FITZ PETER, GEOFFREY (d. 1213), earl of Essex and chief justiciar of England, began his official career in the later years of Henry II., whom he served as a sheriff, a justice itinerant and a justice of the forest. During Richard's absence on Crusade he was one of the five justices of the king's court who stood next in authority to the regent, Longchamp. It was at this time (1190) that Fitz Peter succeeded to the earldom of Essex, in the right of his wife, who was descended from the famous Geoffrey de Mandeville. In attempting to assert his hereditary rights over Walden priory Fitz Peter came into conflict with Longchamp, and revenged himself by taking an active part in the baronial agitation through which the regent was expelled from his office. The king, however, forgave Fitz Peter for his share in these proceedings; and, though refusing to give him formal investiture of the Essex earldom, appointed him justiciar in succession to Hubert Walter (1198). In this capacity Fitz Peter continued his predecessor's policy of encouraging foreign trade and the development of the towns; many of the latter received, during his administration, charters of self-government. He was continued in his office by John, who found him a useful instrument and described him in an official letter as "indispensable to the king and kingdom." He proved himself an able instrument of extortion, and profited to no small extent by the spoliation of church lands in the period of the interdict. But he was too closely connected with the baronage to be altogether trusted by the king. The contemporary Histoire des dues describes Fitz Peter as living in constant dread of disgrace and confiscation. In the last years of his life he endeavoured to act as a mediator between the king and the opposition. It was by his mouth that the king promised to the nation the laws of Henry I. (at the council of St Albans, August 4th, 1213). But Fitz Peter died a few weeks later (Oct. 2), and his great office passed to Peter des Roches, one of the unpopular foreign favourites. Fitz Peter was neither a far-sighted nor a disinterested statesman; but he was the ablest pupil of Hubert Walter, and maintained the traditions of the great bureaucracy which the first and second Henries had founded.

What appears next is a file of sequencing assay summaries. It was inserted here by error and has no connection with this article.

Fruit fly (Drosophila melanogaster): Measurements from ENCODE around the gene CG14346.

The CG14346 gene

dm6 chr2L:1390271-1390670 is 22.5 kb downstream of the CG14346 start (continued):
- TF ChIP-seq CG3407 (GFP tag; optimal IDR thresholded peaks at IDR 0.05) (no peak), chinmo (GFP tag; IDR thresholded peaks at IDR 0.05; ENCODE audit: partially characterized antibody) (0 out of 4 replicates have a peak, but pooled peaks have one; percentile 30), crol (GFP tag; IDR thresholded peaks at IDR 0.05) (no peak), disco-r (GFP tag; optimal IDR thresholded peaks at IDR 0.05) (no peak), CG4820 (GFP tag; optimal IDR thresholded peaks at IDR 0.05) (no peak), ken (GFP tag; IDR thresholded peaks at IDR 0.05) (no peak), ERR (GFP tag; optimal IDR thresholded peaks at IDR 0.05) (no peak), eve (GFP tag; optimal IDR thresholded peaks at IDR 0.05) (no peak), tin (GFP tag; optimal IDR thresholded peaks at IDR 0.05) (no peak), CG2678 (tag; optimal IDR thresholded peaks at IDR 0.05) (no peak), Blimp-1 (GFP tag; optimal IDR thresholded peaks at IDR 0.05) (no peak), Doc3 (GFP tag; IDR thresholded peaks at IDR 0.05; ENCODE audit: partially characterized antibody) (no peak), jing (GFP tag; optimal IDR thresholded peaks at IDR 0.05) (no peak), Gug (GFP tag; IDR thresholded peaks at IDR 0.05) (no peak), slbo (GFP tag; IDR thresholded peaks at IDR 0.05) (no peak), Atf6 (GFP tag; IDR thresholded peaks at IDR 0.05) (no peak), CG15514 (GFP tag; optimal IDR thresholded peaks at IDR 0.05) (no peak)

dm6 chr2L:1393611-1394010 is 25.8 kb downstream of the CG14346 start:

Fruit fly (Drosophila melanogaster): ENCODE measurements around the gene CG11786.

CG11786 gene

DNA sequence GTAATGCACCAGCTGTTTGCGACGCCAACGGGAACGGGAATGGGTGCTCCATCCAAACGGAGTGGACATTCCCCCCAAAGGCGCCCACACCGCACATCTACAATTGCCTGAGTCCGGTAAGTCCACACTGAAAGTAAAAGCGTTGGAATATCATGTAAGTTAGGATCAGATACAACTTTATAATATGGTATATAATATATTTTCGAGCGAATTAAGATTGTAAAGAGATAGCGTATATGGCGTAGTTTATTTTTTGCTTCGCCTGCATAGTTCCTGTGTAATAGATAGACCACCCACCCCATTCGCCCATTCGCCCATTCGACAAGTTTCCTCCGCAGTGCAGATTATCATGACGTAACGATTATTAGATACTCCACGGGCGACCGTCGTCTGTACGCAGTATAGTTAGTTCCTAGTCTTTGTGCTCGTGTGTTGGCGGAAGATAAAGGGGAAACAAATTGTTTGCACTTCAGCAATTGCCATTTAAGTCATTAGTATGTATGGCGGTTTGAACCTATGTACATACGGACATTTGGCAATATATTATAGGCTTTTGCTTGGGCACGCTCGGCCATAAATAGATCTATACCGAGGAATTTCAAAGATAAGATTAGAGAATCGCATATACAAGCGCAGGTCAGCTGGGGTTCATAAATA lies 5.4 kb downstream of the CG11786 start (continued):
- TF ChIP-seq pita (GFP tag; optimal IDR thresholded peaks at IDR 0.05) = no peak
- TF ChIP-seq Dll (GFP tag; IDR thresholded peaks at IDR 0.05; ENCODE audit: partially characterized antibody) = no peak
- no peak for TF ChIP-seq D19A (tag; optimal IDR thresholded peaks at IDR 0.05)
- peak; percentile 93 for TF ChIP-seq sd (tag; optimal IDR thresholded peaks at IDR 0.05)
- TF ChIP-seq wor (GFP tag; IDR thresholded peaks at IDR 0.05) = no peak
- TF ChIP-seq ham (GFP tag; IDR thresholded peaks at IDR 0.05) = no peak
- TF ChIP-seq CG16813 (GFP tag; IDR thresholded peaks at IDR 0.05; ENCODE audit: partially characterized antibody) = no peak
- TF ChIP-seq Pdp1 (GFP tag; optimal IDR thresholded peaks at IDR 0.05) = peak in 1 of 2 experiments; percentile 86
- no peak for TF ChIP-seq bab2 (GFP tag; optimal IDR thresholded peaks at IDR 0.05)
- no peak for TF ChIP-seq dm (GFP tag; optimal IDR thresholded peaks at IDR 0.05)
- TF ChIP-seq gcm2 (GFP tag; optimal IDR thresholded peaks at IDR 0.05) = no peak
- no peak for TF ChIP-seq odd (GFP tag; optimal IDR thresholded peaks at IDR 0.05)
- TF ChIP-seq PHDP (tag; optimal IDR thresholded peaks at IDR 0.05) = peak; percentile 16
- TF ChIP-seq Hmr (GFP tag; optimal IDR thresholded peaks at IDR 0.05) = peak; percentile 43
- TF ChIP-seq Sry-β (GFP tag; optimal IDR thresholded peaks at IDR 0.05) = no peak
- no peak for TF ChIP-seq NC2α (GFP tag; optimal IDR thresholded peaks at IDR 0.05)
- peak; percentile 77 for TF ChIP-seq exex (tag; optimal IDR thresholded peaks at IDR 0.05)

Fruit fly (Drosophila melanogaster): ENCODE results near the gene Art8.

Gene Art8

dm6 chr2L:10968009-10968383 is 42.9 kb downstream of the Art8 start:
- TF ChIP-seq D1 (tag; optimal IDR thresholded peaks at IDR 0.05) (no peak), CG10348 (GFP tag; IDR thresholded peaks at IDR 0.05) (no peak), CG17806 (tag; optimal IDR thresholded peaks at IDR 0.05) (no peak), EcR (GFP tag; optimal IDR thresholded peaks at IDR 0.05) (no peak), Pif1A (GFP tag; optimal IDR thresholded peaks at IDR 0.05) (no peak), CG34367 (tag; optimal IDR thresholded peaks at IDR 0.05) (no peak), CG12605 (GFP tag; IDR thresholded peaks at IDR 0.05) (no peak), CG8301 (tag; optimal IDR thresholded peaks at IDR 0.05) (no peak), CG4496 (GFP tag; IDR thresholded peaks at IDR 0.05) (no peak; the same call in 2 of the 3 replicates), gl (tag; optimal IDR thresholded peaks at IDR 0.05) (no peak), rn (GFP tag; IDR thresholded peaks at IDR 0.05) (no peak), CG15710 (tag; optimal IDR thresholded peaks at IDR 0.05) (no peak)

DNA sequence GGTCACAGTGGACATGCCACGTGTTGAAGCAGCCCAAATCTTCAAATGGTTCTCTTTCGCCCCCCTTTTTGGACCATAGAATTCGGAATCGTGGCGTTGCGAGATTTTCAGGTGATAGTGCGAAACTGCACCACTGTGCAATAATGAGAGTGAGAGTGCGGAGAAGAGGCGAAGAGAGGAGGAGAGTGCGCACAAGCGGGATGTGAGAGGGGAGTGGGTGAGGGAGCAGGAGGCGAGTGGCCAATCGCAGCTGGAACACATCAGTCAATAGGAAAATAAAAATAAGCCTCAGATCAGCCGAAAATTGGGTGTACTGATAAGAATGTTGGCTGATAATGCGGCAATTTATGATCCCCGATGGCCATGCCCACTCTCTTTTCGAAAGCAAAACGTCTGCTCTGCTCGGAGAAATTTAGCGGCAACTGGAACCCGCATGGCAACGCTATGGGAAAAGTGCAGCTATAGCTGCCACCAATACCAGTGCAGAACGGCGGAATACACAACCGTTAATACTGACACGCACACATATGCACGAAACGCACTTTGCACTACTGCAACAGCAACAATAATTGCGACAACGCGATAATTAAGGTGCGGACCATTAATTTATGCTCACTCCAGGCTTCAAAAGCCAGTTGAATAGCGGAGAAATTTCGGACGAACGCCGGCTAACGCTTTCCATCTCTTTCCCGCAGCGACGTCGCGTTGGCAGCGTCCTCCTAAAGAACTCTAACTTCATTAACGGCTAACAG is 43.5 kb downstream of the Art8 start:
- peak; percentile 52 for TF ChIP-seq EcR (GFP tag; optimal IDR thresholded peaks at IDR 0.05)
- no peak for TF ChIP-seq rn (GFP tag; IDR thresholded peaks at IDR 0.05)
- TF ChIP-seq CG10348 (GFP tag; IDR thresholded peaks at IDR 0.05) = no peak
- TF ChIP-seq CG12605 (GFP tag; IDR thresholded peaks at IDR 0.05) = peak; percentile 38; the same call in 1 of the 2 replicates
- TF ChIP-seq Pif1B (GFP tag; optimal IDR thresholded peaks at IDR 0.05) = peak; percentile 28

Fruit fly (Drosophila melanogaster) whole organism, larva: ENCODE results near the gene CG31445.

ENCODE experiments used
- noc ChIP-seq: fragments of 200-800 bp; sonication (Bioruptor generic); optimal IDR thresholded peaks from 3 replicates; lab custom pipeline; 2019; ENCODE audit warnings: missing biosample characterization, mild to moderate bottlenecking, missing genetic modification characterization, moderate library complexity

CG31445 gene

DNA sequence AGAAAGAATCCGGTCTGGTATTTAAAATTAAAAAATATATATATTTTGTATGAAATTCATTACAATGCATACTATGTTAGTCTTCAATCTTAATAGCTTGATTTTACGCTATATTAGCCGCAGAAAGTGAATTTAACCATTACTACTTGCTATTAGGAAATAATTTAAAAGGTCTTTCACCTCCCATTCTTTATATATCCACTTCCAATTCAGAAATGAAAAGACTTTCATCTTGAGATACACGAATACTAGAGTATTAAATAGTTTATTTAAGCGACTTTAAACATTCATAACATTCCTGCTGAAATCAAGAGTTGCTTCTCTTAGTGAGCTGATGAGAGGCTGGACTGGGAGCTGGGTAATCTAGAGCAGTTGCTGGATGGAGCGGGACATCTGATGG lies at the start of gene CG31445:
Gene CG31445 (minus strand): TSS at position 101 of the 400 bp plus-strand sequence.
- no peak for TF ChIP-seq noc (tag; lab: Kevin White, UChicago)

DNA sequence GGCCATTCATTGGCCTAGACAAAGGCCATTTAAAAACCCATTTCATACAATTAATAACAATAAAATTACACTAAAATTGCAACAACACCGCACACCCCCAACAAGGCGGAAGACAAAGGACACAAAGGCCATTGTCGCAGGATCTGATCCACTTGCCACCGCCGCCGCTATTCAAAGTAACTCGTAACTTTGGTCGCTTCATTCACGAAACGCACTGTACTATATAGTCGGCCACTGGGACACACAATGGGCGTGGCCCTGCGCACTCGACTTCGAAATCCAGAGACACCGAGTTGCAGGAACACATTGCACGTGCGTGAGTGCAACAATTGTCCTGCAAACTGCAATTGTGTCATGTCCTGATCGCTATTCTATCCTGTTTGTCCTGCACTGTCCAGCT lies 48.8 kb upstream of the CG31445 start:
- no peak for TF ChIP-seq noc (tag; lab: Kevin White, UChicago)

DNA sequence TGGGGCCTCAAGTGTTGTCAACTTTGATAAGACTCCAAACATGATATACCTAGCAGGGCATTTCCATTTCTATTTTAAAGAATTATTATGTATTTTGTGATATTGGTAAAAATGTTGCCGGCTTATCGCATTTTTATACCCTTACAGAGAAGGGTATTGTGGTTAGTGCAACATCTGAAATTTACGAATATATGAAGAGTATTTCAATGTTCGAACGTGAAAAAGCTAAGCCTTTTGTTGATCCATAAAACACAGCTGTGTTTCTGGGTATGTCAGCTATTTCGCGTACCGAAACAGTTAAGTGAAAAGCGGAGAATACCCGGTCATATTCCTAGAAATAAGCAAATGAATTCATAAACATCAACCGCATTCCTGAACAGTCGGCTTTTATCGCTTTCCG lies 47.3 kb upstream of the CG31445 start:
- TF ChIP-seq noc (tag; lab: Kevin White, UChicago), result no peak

See the original authorities specified for the reigns of Richard I. and John. Also Miss K. Norgate's Angevin England, vol . ii. (1887), and John Lackland (1902); A. Ballard in English Historical Review, xiv. p. 93; H. W. C. Davis' England under the Normans and Angevins (1905).